How to Be a Good RoommateBy Meredith Sweet on September 22, 2017
When you first received a friend request from your new roommate, you were excited. Then came the hard part: starting the conversation. Now, as you pack up your things for move-in day, you feel like you've set a solid foundation for a promising friendship.
But you know that things can change. In the topsy-turvy world of college relationships, roommate dynamics are among the most difficult to navigate. Just one night of arguments can lead to two semesters of awkward silence.
Five Steps to First-Semester Ground Rules
Don't let the stress and pressure of college life disrupt your friendship with your roommate. Here are five practical ways to be a good roommate, so you can stop fights before they even start.
1. Set expectations early.
Meet with your roommates before classes start. This is where you get to answer the most pressing questions. When do you like to go to sleep? Will you set a cleaning schedule? When is it okay to have friends over? If you address these problems now, hopefully, you can avoid more tears or anger in the future.
2. Respect each other's privacy.
Don't assume that everyone has the same boundaries as you. When it comes to changing, showering and other matters, keep your thoughts to yourself. Remember, you and your roommate are still virtually strangers. If they don't want to share every detail with their life with you, that's okay. You can build up to that.
3. Don't wait; speak up.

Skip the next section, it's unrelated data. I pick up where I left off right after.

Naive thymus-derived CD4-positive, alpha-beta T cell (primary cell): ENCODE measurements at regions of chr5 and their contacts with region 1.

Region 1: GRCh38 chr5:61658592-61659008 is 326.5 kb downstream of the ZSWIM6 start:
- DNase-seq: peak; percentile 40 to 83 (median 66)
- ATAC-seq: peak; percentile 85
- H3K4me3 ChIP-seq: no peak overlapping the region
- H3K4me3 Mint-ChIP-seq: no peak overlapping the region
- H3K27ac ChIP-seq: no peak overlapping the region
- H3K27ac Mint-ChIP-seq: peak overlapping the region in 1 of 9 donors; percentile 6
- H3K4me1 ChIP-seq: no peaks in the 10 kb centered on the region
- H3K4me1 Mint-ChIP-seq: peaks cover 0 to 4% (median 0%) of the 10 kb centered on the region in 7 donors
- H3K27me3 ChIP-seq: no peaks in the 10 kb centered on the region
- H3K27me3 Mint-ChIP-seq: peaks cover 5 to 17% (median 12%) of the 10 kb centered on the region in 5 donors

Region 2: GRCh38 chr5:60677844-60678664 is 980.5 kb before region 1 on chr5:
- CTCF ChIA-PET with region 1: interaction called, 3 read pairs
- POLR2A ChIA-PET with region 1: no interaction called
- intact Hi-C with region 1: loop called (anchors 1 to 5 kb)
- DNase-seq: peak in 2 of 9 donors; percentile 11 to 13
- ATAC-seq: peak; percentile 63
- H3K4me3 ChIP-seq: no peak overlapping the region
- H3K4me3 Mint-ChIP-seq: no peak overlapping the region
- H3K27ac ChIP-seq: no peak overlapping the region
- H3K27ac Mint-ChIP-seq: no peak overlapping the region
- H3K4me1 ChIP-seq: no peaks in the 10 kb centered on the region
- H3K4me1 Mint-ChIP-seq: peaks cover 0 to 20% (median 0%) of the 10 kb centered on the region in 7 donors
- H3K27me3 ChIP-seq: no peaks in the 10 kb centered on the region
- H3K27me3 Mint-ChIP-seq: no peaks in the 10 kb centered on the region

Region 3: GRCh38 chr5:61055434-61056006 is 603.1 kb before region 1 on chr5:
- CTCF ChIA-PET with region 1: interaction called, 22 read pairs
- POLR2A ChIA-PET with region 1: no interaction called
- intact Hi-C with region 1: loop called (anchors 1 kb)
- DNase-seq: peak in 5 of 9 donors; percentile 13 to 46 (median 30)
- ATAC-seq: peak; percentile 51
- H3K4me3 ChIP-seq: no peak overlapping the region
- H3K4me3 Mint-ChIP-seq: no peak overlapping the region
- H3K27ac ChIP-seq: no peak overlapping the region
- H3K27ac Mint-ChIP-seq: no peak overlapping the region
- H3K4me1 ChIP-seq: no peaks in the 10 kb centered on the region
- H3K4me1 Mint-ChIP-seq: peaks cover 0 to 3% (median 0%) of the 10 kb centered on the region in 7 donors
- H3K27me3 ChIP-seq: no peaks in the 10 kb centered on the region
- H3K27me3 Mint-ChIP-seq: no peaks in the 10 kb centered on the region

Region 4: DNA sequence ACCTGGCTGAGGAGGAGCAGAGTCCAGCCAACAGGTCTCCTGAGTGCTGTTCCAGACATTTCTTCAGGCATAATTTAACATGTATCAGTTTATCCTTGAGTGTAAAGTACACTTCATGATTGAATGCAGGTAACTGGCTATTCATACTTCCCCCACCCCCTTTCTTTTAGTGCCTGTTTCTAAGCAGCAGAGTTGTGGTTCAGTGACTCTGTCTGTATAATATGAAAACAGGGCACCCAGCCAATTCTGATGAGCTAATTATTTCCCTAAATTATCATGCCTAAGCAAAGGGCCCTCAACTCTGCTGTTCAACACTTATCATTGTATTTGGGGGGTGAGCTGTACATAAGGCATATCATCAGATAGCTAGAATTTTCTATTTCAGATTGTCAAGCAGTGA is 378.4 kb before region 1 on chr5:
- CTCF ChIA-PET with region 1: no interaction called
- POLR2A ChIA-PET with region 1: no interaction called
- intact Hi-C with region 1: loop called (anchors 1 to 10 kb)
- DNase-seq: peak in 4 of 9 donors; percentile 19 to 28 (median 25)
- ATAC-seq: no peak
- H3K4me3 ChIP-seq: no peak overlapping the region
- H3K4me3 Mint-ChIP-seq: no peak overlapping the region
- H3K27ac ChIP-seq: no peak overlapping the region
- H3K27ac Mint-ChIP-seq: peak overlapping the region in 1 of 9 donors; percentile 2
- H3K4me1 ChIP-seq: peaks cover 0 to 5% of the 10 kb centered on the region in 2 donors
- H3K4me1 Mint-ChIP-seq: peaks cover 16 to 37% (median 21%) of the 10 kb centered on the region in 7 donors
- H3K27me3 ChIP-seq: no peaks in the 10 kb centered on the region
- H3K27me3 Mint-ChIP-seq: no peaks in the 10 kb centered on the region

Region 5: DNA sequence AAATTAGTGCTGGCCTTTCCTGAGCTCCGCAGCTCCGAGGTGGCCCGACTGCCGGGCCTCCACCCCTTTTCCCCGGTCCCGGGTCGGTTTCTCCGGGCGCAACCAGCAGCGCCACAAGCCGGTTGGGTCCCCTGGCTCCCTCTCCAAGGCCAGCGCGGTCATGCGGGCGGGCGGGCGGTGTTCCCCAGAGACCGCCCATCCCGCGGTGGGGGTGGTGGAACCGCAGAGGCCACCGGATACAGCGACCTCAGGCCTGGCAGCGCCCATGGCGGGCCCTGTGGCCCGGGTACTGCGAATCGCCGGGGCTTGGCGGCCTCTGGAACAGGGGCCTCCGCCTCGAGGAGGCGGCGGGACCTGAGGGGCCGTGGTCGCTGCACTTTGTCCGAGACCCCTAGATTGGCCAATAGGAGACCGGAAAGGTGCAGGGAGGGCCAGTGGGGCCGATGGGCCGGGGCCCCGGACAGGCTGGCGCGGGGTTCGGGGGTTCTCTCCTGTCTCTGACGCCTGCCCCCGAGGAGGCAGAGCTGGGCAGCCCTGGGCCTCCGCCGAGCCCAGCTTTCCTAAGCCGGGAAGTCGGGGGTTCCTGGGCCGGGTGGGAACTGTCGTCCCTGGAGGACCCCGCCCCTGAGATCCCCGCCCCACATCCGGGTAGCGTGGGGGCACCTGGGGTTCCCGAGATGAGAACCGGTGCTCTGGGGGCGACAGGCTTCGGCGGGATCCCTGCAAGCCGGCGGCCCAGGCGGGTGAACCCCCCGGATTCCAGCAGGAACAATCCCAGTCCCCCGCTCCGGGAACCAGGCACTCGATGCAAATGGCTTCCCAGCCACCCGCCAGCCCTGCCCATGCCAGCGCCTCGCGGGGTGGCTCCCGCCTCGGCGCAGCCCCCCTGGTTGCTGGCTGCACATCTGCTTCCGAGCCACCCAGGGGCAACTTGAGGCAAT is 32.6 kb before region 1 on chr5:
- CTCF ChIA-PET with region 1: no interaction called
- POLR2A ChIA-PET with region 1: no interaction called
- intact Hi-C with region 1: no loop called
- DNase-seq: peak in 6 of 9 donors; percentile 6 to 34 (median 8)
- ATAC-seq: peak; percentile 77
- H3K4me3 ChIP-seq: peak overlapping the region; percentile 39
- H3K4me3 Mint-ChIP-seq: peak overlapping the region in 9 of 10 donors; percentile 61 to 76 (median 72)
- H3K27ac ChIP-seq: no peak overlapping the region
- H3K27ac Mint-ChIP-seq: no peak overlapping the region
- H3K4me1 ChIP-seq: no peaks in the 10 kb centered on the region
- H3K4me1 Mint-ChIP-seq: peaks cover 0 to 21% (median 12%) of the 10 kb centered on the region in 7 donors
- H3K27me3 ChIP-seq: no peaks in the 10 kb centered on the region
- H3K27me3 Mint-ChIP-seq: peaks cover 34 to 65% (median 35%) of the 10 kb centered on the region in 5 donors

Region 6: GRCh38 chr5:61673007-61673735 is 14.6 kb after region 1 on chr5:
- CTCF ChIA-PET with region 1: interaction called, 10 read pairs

In the event that someone breaks a ground rule, or does something that you didn't even address, you need to talk about it immediately. The longer you wait, the more difficult it will be to discuss it in the long run. Before you know it, you'll let it slide, and that's not okay. Don't let yourself become a doormat; stick up for yourself and the rules you both agreed upon.
4. Ask permission.
The rules are simple: if it isn't yours, don't touch it before asking. It's easy to think that a splash of milk here or a hair band there won't be missed, but the truth is, you're still taking or using something that doesn't belong to you. Contrary to what people say, when it comes to college roommates, it's better to ask for permission than for forgiveness.
5. Be empathetic.
Roommate dynamics are just like any other relationship; they rely on "treating your neighbor as yourself." Sometimes, it seems like your problems are the only ones that matter, and you miss what's going on in the lives of those around you. Remember to reach out to your roommate to offer them support when they need it. Even one more friendly face can be enough to turn a bad day into a good one.
Like it or not, you and your roommate are in the same boat. Dorm rooms are small, and unresolved conflicts can make them feel even smaller. Above all, you need to use patience: this is probably their first time away from home, too. Spread a little grace over your relationship, and you'll be in for a great semester—maybe even a great friendship, too!